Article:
Orange County 4Q 2023 Industrial Market Report
The Orange County industrial market stabilized in the final quarter of 2023. After climbing steadily since the middle of 2022, vacancy was unchanged in Q4. Net absorption was negative again during the period, but only slightly. New construction showed little change in Q4. Active lease requirements remained sparse, but supply stayed low enough to support lease rates and sales prices at levels near the recent market peak. In fact, both lease rates and sales prices moved higher again in Q4. High quality, functional buildings for lease and sale remain difficult to find, as tenants and buyers compete for the more modern properties. Owner / users sales, a primary component of industrial market activity for decades, remained hindered by higher mortgage rates.
VACANCY & AVAILABILITY
Orange County’s vacancy rate moved a single basis point lower to end the period at 2.57%, but year over year, vacancy is up 149 basis points from a historic low of 1.08%. The limited supply is fairly balanced with current tenant and buyer demand, which has a calming effect on the overall market after more than a decade of imbalance that sent sales prices and lease rates soaring. Tenants and buyers now have somewhat less competition, and they are not so disadvantaged in their negotiations with landlords and sellers. The availability rate, which includes currently occupied space offered for sale or lease, was unchanged during the period.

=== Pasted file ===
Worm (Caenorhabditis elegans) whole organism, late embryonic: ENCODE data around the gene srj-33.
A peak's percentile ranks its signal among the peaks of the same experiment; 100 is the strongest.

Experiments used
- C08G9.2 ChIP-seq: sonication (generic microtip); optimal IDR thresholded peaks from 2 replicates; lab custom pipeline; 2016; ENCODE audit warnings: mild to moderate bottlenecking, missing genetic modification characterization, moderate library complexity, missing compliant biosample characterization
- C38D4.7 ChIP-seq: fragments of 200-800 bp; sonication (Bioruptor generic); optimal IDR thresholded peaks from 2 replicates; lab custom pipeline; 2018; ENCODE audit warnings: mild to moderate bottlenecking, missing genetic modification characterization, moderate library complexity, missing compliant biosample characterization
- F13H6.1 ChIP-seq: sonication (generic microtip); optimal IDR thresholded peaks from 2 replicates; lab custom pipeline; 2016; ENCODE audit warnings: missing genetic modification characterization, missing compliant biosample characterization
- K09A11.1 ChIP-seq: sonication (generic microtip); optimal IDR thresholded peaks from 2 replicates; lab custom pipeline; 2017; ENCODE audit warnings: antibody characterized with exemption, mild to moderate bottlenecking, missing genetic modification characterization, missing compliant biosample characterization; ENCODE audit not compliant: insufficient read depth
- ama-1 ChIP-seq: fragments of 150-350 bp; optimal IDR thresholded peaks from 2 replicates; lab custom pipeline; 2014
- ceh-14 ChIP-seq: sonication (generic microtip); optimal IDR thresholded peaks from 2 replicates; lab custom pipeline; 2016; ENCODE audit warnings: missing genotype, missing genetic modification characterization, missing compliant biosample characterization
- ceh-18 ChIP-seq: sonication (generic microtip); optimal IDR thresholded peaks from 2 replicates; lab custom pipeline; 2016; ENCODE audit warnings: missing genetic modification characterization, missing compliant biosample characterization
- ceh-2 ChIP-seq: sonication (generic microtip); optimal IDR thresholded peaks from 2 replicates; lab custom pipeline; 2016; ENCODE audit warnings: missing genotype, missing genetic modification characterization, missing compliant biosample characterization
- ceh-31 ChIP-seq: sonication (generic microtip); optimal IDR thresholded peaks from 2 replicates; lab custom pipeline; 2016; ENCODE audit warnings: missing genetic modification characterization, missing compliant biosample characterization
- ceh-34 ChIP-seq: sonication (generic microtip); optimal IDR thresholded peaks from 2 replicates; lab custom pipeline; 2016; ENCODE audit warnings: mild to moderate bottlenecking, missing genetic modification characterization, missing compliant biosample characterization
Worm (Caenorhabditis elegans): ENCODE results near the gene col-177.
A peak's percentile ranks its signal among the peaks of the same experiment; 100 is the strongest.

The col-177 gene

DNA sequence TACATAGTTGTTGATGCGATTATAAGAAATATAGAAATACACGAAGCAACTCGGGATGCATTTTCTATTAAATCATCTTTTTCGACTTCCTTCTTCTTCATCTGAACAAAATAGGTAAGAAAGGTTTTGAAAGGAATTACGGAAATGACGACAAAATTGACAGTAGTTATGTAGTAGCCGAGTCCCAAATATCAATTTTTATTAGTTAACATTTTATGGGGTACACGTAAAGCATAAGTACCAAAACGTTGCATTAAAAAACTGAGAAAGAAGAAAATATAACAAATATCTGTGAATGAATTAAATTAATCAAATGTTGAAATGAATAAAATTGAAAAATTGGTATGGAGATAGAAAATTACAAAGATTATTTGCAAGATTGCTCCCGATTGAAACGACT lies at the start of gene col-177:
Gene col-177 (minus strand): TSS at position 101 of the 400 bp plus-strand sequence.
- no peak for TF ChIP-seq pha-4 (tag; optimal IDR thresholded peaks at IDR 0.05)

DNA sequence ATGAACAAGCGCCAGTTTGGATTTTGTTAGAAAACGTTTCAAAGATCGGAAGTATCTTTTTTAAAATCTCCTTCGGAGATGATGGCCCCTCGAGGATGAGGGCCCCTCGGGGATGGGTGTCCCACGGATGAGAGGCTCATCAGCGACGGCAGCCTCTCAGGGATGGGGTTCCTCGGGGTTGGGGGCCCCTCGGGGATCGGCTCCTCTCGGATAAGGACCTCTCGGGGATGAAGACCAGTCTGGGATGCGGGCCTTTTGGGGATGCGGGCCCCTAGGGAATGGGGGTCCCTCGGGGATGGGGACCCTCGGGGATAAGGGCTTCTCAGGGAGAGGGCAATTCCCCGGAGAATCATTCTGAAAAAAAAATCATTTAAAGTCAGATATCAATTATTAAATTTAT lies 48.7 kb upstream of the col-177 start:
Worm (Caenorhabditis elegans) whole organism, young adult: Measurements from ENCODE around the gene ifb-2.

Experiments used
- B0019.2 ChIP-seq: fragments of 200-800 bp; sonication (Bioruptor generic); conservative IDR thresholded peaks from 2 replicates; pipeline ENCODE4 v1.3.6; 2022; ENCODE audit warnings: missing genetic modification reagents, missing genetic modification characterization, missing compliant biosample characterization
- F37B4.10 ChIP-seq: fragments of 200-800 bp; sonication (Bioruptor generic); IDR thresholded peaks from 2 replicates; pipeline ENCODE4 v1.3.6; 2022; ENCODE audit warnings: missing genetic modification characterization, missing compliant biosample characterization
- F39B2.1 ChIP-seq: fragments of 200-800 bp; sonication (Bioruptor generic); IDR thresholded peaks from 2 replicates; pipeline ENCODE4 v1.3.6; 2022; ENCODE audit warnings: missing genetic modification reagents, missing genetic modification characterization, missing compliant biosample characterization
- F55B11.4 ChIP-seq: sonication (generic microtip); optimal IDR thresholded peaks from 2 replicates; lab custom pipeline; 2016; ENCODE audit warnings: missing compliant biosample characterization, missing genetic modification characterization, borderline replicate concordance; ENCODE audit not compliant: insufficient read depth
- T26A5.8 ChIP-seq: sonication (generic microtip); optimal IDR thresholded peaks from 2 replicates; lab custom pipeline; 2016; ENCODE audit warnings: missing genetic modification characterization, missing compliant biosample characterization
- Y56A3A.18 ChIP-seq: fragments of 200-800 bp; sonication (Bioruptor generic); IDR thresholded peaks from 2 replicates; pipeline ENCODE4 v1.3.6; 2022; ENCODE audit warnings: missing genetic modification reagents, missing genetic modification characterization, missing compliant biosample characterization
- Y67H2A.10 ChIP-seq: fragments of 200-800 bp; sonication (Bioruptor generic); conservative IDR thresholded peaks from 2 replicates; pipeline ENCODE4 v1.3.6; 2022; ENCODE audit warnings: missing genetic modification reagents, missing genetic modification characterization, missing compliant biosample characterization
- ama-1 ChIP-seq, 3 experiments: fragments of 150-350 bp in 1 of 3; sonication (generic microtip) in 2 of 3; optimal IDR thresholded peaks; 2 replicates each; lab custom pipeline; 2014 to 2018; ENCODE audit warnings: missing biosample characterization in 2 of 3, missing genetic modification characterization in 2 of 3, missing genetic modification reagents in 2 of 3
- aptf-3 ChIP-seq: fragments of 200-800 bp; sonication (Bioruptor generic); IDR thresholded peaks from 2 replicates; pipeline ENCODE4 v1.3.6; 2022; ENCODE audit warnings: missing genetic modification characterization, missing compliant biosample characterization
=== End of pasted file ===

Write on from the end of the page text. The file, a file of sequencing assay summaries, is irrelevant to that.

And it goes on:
The average asking lease rate countywide rose by $0.06 in Q4 to finish the period at $1.79, a new record high. Year over year, the county has seen a 13.3% increase in asking rents despite the moderation from functionally obsolete space. However, rent growth does appear to be cresting, as time-on-market is lengthening as tenants are showing more patience. After a price decline in Q3, the average asking sales price topped the $400 PSF barrier again in Q4, ending the quarter at $425.40 PSF. Transaction velocity has slowed due to the substantial rise in mortgage interest rates that began in March of 2022. Most sellers have refused to lower their prices to reflect the rise in borrowing costs, and other potential sellers have decided to wait for rates to come down before putting their properties on the market.
Overall lease and sale activity by square footage rose modestly in Q4, ending the quarter at 3.4 MSF, up from 3.32 MSF in Q3. However, this was a result of larger transactions, as the number of lease transactions fell from 216 to 140, and the number of sales decreased from 58 to 52. Sale activity by square footage rose to 1,537,000 SF from just over 909,000 SF in Q3. The biggest sale of the quarter was a 295,860 SF building in Buena Park, with total consideration of $71 million. The largest lease was a renewal for 218,640 SF to Exemplis, also in Buena Park.